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Kathy Barnstorff
Langley Research Center, Hampton, Va.
757-864-9886/344-8511 (mobile)

RELEASE : 07-053
NASA Langley Celebrates 90 Years of Aerospace Innovation
HAMPTON, Va. – NASA's Langley Research Center is turning 90 and this weekend the public is invited to help celebrate.

The Hampton laboratory is opening its gates Saturday, Oct. 27, from 10 a.m. to 4 p.m. to share its past, present and future role in aerospace technology development with the Hampton Roads community. NASA Langley was established in 1917 as the country's first civilian aeronautics laboratory.

"No place has played a larger role in the history of American flight technology or flight technology in general than Langley Research Center," commented Tom Crouch, noted aviation historian at the Smithsonian Institution. "It's hard to think of an airliner in the air today that doesn't have Langley's signature on it. It's hard to think of a military airplane flying today that Langley wasn't involved with in one way or another."

Langley research established many of the basic building blocks of aeronautics, changed the shape of aircraft and helped allow jets to fly at supersonic speeds. Aviation pioneers including Orville Wright, Amelia Earhart, Charles Lindbergh and Howard Hughes came to Langley.

Then came 1958 and the dawn of the space race. The National Advisory Committee for Aeronautics, which had established Langley, became NASA, the National Aeronautics and Space Administration. The newly named Langley Research Center added space exploration to its repertoire.

Langley started Project Mercury and the Space Task Group, which oversaw the burgeoning U.S. space program, and the original seven astronauts. "They were on campus every day. Every day you saw them on the flight line. You saw them in the grocery store," said Ray Hook, a NASA employee from 1958-1994. "They were exciting guys. They were highly selected for their mental and physical capabilities."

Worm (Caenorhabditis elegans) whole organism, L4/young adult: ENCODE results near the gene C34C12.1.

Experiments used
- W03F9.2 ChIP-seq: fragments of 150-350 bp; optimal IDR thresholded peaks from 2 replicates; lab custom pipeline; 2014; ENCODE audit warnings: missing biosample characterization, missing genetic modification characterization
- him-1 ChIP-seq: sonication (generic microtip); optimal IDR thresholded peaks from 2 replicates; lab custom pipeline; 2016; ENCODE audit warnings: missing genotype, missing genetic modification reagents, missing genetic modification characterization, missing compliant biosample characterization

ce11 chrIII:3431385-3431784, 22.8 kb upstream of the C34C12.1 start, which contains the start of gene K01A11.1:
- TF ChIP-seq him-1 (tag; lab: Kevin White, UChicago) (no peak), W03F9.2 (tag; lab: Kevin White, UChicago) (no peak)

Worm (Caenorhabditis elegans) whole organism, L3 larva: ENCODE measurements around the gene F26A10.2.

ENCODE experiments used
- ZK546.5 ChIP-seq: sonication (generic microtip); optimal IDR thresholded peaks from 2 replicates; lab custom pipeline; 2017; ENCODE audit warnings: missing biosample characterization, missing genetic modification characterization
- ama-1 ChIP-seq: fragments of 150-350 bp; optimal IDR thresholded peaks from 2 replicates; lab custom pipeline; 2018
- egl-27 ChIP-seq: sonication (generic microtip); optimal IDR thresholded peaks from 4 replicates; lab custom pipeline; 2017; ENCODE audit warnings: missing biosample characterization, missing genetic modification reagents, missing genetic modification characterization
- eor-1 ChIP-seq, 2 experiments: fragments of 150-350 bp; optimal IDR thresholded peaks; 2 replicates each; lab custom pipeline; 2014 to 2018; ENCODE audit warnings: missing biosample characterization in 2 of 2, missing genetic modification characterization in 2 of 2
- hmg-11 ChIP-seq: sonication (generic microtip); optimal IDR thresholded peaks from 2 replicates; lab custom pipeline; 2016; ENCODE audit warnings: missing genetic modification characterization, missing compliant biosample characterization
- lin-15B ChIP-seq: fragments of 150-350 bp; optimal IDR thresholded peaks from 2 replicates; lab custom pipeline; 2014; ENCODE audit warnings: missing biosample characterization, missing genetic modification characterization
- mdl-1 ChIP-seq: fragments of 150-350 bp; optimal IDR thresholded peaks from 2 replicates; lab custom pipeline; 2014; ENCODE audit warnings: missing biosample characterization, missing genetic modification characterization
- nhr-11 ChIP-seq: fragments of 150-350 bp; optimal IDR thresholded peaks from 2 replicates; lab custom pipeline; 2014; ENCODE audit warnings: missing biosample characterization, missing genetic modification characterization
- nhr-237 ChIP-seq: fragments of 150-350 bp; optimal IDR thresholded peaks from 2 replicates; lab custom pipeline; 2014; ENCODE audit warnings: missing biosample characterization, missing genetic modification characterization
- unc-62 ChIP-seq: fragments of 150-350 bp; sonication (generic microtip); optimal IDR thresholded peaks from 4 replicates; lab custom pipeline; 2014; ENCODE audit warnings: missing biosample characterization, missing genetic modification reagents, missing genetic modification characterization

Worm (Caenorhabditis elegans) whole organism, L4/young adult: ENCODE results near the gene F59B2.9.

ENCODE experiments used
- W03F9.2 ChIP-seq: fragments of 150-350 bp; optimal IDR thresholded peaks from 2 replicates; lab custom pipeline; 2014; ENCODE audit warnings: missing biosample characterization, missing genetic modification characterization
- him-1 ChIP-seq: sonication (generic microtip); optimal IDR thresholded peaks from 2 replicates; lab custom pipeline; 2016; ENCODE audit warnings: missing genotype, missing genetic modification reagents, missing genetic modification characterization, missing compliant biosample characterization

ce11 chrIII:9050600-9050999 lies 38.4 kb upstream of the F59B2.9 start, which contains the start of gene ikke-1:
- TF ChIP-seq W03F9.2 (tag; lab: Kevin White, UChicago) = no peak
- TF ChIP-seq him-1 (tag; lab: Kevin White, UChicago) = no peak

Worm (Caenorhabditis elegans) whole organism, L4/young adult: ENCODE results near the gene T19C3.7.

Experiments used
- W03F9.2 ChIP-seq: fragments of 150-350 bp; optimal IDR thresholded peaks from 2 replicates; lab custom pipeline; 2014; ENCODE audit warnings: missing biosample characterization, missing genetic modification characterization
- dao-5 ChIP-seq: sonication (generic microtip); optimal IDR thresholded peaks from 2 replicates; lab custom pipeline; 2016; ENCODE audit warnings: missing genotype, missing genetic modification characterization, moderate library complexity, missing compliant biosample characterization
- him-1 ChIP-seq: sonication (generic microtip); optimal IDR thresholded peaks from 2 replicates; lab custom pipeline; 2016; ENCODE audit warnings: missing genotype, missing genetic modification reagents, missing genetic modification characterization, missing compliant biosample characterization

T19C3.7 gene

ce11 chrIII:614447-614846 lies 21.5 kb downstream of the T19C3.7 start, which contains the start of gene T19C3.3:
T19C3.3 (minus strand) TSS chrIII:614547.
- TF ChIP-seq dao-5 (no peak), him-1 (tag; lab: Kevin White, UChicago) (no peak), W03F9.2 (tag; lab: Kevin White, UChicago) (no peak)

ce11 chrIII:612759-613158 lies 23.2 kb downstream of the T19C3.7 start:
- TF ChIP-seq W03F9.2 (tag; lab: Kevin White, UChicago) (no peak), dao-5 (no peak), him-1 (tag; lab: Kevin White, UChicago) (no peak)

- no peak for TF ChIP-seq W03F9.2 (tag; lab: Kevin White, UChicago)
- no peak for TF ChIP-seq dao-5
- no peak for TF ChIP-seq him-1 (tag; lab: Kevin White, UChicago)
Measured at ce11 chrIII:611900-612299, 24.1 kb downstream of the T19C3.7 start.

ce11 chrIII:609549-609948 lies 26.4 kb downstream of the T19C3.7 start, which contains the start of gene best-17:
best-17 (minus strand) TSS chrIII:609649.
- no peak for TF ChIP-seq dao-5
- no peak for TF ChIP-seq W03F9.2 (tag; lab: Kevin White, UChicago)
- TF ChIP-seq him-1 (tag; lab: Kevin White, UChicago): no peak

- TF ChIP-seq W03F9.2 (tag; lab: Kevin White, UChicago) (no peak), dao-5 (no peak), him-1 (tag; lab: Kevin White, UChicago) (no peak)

Even after the Space Task Group moved to Houston Langley continued to use its decades of scientific know-how to help send Americans into space and eventually to the moon. Simulators designed and operated at Langley helped astronauts learn how to rendezvous and dock in space and land on the moon. Neil Armstrong, the first man to walk on the moon, was one of the dozens of astronauts who trained at Langley.

NASA Langley helped the United States rocket past the moon and onto Mars. It managed the Viking project, which landed two spacecraft on Mars … the first to successfully soft land on the surface of another planet. The Viking project provided a catalog of more than 50,000 images from the Martian surface as well as from orbit. The Viking data remains a valuable scientific resource for the study of Mars.

When the U.S. decided to develop a reusable spacecraft NASA turned once again to Langley. Researchers in Hampton put space shuttle designs through thousands of hours of wind tunnel testing. And now Langley is working on designs for the next generation of space vehicles that will return astronauts to the moon, then send them onto Mars and beyond.

To this day NASA Langley researchers carry on the legacy of their pioneering predecessors. Whether its testing airbags for space capsule landings, developing technologies to allow aircraft to fly at supersonic and hypersonic speeds or studying Earth's atmosphere to better understand global climate change … NASA Langley remains on the leading edge as it has since 1917.

To see some of the Langley facilities that are advancing aerospace innovation, including a space capsule mock-up construction area, a wind tunnel, flight simulators, inflatable lunar habitat, a hangar and its aircraft, and more, check out the NASA Langley Open House Saturday, Oct. 27 from 10 a.m. to 4 p.m.

For more information and directions, please check the Internet at: